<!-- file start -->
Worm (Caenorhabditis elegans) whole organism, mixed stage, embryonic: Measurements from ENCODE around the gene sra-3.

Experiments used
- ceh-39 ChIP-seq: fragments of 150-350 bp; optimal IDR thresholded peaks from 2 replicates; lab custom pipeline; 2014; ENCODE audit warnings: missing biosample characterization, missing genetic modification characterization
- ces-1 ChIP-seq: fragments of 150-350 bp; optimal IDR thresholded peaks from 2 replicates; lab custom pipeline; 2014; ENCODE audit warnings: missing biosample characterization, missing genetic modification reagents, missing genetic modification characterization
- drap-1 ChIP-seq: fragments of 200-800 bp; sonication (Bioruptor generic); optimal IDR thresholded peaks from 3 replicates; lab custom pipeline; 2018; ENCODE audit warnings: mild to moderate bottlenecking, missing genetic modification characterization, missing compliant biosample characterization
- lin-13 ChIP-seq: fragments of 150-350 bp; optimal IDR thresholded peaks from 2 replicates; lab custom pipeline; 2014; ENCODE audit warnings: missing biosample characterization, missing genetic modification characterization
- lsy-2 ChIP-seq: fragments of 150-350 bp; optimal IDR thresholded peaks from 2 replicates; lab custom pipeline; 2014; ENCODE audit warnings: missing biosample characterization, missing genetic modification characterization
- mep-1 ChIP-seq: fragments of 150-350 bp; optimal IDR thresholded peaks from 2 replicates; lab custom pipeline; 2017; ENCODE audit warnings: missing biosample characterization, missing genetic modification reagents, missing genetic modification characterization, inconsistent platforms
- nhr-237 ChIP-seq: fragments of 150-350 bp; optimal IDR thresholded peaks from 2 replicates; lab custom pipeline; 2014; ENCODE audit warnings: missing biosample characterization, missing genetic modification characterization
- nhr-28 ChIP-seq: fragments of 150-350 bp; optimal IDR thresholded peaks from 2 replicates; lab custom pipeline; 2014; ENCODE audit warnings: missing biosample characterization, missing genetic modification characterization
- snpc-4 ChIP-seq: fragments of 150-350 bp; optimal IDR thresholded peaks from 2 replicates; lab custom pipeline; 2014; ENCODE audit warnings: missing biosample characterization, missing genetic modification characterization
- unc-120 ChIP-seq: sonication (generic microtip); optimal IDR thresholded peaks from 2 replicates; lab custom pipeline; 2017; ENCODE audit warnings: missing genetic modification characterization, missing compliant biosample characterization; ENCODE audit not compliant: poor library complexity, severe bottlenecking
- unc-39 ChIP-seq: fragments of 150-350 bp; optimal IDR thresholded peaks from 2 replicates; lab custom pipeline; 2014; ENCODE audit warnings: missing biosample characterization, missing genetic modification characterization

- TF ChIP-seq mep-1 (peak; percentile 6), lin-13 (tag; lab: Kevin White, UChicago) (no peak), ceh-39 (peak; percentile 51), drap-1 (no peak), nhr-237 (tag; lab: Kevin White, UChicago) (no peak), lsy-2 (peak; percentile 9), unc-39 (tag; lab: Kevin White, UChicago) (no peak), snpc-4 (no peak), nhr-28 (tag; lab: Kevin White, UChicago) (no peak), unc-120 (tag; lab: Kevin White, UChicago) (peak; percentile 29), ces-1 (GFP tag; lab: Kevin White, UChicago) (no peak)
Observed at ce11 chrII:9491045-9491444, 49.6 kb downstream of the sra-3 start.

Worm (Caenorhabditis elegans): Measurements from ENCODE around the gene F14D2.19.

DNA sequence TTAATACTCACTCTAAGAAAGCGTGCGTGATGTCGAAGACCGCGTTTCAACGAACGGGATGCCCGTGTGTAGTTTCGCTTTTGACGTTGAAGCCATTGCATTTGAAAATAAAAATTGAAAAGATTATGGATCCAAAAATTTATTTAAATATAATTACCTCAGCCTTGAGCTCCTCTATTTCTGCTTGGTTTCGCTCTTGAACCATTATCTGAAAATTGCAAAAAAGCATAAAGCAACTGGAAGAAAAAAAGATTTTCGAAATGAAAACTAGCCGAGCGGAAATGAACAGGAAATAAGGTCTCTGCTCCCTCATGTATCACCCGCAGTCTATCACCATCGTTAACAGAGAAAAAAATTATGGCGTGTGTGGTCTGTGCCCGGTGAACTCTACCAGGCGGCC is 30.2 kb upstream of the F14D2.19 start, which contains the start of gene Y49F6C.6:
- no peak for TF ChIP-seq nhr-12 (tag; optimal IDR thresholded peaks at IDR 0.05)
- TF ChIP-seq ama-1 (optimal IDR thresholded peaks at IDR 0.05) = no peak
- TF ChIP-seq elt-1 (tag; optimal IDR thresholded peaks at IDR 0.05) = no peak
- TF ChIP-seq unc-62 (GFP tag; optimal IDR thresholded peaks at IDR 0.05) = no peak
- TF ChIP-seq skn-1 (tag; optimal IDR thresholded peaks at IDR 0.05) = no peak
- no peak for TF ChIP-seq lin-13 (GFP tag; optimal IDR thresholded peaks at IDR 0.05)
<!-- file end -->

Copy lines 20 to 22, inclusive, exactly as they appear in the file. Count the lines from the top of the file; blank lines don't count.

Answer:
- TF ChIP-seq elt-1 (tag; optimal IDR thresholded peaks at IDR 0.05) = no peak
- TF ChIP-seq unc-62 (GFP tag; optimal IDR thresholded peaks at IDR 0.05) = no peak
- TF ChIP-seq skn-1 (tag; optimal IDR thresholded peaks at IDR 0.05) = no peak